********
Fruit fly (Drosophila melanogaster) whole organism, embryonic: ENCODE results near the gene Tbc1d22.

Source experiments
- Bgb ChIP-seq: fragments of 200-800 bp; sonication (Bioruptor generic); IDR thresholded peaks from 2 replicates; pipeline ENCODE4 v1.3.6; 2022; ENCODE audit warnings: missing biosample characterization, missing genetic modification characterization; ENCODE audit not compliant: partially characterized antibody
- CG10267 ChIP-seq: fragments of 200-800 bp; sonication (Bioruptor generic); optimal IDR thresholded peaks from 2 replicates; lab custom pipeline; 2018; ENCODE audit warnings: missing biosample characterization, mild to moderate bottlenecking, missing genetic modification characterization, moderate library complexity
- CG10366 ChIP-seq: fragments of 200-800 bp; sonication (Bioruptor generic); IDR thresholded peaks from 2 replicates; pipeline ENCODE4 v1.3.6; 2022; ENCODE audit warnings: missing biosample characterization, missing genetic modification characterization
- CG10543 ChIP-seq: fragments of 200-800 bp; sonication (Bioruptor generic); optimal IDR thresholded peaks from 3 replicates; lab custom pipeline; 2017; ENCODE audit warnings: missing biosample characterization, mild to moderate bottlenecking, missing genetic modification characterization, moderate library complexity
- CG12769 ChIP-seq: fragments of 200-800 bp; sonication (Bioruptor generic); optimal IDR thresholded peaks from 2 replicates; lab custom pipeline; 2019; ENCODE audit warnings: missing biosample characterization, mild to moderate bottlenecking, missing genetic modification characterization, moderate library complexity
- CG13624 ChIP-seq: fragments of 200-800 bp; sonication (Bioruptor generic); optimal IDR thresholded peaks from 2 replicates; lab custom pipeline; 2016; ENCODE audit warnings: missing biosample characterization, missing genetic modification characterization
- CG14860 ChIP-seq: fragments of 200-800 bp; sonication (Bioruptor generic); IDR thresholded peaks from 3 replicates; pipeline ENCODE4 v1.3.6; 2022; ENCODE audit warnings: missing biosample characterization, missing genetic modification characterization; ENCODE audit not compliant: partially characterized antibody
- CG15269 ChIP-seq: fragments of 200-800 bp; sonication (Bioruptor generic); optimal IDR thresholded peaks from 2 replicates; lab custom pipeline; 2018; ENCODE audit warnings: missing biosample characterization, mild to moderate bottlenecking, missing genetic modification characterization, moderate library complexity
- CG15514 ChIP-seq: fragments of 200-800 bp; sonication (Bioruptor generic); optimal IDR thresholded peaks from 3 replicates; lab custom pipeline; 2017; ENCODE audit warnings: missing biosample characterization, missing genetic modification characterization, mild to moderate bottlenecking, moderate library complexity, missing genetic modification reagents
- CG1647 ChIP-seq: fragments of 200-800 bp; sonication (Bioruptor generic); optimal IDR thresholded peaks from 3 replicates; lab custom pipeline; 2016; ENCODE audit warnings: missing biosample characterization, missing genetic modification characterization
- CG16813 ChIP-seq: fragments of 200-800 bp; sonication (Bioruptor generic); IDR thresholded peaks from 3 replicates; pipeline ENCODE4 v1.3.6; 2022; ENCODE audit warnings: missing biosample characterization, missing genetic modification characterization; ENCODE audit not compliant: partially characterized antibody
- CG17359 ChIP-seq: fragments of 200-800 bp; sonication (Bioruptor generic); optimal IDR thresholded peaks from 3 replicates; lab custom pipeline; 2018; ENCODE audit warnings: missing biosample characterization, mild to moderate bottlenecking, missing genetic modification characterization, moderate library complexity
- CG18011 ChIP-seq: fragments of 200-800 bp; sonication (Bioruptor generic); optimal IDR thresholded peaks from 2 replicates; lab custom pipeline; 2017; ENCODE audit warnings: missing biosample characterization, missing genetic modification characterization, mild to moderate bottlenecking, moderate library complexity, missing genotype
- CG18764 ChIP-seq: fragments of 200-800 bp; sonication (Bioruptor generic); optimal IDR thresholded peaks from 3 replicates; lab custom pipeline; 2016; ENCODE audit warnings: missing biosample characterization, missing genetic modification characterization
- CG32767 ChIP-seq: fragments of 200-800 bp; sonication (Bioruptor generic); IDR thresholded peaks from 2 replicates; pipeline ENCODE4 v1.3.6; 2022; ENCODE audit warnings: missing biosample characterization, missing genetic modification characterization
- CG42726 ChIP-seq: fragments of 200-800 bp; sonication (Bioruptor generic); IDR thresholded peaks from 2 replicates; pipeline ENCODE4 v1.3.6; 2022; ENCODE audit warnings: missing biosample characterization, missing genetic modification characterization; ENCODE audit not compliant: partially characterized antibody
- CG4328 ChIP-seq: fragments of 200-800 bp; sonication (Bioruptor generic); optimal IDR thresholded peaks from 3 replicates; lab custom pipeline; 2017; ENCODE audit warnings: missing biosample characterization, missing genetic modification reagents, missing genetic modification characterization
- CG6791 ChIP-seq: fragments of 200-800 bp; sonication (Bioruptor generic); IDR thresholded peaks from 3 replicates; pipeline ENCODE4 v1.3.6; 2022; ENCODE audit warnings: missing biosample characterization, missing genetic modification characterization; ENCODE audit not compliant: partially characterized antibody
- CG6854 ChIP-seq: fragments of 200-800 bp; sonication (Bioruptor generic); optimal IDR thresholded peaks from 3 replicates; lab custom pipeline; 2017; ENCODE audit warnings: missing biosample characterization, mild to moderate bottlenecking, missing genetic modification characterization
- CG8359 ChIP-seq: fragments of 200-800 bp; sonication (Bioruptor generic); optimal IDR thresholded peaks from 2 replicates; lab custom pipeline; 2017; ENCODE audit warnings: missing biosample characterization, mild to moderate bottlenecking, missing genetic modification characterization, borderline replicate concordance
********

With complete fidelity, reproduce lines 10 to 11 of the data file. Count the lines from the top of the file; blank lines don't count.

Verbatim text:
- CG15269 ChIP-seq: fragments of 200-800 bp; sonication (Bioruptor generic); optimal IDR thresholded peaks from 2 replicates; lab custom pipeline; 2018; ENCODE audit warnings: missing biosample characterization, mild to moderate bottlenecking, missing genetic modification characterization, moderate library complexity
- CG15514 ChIP-seq: fragments of 200-800 bp; sonication (Bioruptor generic); optimal IDR thresholded peaks from 3 replicates; lab custom pipeline; 2017; ENCODE audit warnings: missing biosample characterization, missing genetic modification characterization, mild to moderate bottlenecking, moderate library complexity, missing genetic modification reagents